Helical peptide–polyamine and –polyether conjugates as synthetic ionophores

Following the analysis proposed by Regen,8,9 its key functional elements are i) the long and rigid hydrophobic steroid nucleus; ii) the flexible hydrophilic spermidine chain terminating with a positively charged amino group; iii) the anionic polar head group

Monica Benincasa


Scholarcy highlights

  • Common feature found in several natural ionophores is the presence of a lipophilic, usually rigid, backbone connected to a hydrophilic subunit
  • The inability to transport Na+ associated with potent pH discharge activity suggests that 1a forms anion selective pores in which the transport of H+ is counterbalanced by the transport of chloride in analogy with the anion selective transport mechanism described for squalamine mimics bearing polyamine chains.19a,22 In any case, control experiments with the relatively large calcein dye indicate that, whatever the mechanism, the membrane defects formed by conjugates 1 are not large enough to allow the transport of calcein and that the ionophores are not able to cause lysis of the liposomes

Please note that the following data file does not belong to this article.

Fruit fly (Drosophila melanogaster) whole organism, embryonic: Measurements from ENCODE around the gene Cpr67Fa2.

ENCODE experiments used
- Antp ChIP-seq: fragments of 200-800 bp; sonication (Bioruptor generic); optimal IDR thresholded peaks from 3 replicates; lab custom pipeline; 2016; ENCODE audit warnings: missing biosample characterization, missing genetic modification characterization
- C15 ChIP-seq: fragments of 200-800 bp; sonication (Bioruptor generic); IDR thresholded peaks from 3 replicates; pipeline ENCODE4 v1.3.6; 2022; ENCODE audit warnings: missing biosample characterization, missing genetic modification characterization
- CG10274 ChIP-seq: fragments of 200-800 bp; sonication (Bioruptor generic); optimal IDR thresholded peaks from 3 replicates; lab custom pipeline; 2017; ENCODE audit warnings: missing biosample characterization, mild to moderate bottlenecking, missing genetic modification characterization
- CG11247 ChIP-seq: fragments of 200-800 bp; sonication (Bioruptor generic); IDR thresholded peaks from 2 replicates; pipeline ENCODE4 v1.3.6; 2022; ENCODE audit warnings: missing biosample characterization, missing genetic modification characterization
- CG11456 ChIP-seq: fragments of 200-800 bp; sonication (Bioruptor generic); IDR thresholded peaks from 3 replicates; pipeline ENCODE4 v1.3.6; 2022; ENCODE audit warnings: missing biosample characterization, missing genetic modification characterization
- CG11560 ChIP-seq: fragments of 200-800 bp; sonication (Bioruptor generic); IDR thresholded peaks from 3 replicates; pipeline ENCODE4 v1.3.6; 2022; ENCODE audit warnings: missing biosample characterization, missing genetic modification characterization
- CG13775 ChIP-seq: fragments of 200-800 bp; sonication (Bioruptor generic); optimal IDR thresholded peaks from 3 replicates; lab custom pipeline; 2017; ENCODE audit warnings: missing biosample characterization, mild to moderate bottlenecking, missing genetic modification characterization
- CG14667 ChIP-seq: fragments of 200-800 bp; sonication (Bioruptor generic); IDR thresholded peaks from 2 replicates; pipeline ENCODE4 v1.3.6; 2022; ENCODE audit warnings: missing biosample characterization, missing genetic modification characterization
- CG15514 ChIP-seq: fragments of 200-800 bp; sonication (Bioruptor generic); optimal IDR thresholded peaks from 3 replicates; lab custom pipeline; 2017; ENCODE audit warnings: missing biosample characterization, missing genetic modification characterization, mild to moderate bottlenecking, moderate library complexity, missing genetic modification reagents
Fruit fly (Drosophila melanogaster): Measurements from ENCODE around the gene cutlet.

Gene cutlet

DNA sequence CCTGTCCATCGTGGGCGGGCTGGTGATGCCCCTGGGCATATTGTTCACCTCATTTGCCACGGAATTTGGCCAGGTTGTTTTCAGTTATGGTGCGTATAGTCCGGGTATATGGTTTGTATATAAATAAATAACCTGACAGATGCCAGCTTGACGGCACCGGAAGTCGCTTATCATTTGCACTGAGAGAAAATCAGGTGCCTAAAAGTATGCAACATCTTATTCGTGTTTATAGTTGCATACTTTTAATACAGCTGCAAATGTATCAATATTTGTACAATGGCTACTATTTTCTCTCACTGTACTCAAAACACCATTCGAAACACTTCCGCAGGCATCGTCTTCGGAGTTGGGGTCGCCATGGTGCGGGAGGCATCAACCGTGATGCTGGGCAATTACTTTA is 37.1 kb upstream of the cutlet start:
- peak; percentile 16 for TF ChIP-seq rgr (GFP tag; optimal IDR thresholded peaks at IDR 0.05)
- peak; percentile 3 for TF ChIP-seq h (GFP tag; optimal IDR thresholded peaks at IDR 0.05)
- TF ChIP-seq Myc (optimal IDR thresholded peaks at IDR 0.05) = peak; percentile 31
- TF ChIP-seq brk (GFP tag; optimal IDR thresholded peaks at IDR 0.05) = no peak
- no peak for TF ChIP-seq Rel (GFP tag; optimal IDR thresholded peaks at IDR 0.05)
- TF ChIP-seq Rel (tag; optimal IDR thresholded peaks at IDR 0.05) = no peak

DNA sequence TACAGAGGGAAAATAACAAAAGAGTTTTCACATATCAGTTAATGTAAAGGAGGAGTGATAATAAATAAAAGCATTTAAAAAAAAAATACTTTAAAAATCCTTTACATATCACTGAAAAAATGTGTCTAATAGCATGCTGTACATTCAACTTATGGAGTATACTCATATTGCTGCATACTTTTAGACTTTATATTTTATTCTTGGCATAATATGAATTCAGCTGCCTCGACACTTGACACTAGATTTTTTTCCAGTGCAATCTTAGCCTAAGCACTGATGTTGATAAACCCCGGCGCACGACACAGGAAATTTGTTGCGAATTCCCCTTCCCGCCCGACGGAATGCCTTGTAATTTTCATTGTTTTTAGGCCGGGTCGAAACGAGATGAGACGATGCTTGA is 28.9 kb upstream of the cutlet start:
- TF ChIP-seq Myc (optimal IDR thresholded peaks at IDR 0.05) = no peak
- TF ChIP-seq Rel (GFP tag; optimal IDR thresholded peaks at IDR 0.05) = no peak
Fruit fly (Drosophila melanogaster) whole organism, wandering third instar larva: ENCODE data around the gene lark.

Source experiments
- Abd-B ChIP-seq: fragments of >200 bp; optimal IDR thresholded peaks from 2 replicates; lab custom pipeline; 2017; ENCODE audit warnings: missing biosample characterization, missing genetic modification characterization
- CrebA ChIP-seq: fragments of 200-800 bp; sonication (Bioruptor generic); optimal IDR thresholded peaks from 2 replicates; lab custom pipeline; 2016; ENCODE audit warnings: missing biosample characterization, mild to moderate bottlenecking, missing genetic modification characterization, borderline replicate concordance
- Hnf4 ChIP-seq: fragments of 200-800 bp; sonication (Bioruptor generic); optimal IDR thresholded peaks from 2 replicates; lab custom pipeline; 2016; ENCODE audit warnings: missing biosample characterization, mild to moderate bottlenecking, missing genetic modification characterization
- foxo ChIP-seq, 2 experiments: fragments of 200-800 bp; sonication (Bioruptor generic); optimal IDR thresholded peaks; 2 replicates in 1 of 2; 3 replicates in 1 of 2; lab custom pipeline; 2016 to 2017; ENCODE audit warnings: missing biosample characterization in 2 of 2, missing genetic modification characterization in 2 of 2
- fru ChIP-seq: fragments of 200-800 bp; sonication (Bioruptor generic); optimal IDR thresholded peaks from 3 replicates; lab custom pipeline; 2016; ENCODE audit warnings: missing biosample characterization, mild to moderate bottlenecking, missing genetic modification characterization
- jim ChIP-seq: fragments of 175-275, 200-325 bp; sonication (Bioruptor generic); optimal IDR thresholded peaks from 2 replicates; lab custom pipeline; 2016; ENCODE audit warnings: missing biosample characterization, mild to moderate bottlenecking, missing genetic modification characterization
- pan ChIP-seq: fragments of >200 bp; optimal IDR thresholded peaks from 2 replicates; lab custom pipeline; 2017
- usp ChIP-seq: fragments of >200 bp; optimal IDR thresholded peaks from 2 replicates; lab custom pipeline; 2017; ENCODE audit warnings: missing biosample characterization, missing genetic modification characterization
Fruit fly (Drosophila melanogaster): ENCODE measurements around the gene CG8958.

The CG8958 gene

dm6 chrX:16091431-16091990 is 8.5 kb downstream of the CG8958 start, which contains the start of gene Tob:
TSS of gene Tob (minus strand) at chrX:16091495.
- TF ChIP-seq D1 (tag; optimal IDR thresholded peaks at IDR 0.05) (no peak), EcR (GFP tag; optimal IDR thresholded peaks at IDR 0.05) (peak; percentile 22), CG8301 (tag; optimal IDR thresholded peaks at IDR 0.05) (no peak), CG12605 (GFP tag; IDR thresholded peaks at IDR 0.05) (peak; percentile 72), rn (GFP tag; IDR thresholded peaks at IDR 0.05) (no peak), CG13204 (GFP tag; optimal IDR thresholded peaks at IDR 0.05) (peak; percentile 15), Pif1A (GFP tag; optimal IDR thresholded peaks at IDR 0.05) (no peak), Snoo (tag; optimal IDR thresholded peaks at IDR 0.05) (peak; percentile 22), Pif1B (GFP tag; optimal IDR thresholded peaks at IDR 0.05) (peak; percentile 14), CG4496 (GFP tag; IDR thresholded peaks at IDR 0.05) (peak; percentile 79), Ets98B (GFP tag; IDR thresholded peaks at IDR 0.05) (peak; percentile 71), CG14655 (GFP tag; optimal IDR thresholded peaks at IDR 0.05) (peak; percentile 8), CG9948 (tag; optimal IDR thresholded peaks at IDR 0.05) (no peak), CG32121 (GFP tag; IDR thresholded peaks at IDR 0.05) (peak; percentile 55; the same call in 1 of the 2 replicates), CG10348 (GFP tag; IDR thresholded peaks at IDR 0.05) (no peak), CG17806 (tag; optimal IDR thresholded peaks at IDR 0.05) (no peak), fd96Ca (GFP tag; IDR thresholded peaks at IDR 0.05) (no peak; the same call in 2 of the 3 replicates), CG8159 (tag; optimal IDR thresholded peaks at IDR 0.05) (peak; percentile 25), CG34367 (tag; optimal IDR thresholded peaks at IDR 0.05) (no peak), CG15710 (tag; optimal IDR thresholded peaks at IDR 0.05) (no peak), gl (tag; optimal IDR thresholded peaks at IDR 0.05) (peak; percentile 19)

• We have reported a new approach to the design of synthetic ionophoric molecules using a helical peptide as a rigid lipophilic moiety
  • A direct correlation between ionophoric activity in model membranes and biological activity is complex to demonstrate,23 the ability of 1a to permeabilize the bacterial membranes suggests that ion transport might play a significant role in the mechanism of action of this compound in cells
  • Studies are in progress to evaluate these possibilities and to better define the mechanism of action of this new class of biological active synthetic ionophores

Need more features? Save interactive summary cards to your Scholarcy Library.